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MPs risk dismissing Bill of Rights over prison vote rights

Fuseworks Media
Fuseworks Media
Paul Quinn
Paul Quinn

By Maggie Tait of NZPA

Wellington, July 21 NZPA - A bill to strip prisoners on short sentences of their rights to vote should be scrapped unless MPs want to show they have no respect for the Bill of Rights, the Chief Human Rights Commissioner says.

A civil liberties campaigner went even further saying the bill should be rewritten to instead give all prisoners the right to vote rather than strip those serving for three or less years of the ability which is the aim of a bill Parliament's law and order select committee is considering.

The member's bill was drafted by National Party MP Paul Quinn, who doesn't think a person in prison for just a day should be allowed to vote.

Under current law prisoners serving a sentence of three years or more are disqualified.

Chief Human Rights Commissioner Rosslyn Noonan said the commission strongly opposed the bill. It was inconsistent with international human rights standards which New Zealand adopted and was in breach of the Bill of Rights Act.

"It's not preventing crime or keeping people safe which would be a valid incentive. It seems to us completely at odds with the rehabilitation of offenders which requires that they have a sense of connection with their community and with society."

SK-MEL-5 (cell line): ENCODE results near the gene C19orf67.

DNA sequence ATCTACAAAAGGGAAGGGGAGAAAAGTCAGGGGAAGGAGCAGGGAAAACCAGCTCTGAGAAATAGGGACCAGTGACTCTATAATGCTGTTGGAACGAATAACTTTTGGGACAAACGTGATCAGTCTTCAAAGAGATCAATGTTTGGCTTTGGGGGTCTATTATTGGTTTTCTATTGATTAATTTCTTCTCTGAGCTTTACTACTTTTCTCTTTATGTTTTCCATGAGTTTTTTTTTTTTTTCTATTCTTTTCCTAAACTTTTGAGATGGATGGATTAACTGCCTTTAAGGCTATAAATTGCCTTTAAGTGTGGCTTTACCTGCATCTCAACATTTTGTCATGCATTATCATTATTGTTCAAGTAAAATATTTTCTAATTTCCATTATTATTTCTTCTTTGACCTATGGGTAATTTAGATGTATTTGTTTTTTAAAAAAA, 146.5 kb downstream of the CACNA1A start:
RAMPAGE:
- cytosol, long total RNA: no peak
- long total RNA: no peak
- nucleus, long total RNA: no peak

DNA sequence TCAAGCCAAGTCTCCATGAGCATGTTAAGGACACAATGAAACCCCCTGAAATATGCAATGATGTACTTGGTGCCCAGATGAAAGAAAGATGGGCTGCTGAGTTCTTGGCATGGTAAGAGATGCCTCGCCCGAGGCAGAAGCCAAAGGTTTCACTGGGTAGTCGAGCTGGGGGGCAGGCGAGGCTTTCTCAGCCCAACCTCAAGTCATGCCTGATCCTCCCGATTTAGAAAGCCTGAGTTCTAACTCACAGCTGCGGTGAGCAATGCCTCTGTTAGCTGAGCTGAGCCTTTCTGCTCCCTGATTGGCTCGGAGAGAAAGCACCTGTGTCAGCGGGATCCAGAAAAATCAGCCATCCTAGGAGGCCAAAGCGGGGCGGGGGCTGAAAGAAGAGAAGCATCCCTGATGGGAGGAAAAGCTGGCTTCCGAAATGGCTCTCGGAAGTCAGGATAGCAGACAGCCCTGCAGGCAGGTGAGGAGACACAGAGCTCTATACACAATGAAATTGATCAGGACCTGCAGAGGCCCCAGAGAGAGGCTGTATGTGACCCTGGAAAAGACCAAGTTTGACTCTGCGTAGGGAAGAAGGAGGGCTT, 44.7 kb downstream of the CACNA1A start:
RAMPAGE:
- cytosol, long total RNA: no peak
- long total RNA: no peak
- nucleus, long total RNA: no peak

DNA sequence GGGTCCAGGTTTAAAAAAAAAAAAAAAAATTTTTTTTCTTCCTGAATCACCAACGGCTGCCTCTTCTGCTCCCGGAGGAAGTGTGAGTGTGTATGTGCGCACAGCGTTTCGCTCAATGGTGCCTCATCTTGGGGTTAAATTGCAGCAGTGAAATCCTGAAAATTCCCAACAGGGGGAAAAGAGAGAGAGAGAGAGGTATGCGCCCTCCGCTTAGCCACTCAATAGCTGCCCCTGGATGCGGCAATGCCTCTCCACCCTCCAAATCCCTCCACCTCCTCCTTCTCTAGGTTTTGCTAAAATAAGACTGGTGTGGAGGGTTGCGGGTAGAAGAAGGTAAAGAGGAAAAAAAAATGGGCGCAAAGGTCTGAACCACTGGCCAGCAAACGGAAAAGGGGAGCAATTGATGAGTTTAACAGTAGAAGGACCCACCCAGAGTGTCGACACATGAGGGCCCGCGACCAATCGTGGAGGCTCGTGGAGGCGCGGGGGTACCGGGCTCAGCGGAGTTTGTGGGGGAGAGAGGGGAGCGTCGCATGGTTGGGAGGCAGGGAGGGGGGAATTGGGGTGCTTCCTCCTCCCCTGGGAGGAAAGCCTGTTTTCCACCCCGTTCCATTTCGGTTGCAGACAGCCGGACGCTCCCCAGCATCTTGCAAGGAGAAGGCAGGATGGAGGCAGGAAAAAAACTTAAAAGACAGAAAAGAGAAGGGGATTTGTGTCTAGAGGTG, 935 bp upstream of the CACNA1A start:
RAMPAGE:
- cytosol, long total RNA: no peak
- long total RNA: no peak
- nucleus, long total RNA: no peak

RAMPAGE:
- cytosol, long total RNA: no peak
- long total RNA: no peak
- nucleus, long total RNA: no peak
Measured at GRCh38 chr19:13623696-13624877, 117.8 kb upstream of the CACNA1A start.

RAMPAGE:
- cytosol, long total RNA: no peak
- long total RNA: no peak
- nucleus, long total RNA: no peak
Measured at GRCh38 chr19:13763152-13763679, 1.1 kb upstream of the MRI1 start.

There was no evidence of a need for change.

"The justification is like people are catching at straws."

Ms Noonan said as New Zealand had no special select committee responsible for overseeing human rights each select committee had that role.

"I think that you particularly need to exercise that responsibility in this case because I would like to respectfully suggest that to proceed with this bill in this form really would be tantamount to dismissing the Bill of Rights as of any value in your assessment, and I don't say that lightly."

She said under international jurisprudence a case could be made for removing the right of more serious offenders to vote but that did not allow blanket denial to anyone in prison.

Kevin McCormack of the New Zealand Council of Civil Liberties obtained Corrections Department information which showed in November 2008, when the last election was held, there were 6177 sentenced and 1759 remand prisoners, with 2809 were sentenced to three years or less. At that date 4460 prisoners were eligible to vote, including people on remand.

He said over the past 17 years that prisoners on short sentences were able to vote there was no negative effect and widening it to all prisoners would not be detrimental either.

"This is a rare opportunity to take something potentially punitive and turn it into something actively humanitarian."

ACT MP David Garrett was unimpressed.

"Do you believe that people like William Bell and Graeme Burton and those of that ilk should be voting on how the country is run?"

Mr McCormack said that the votes would have minimal influence and many prisoners would not bother to vote, but if they did that was the price of democracy.

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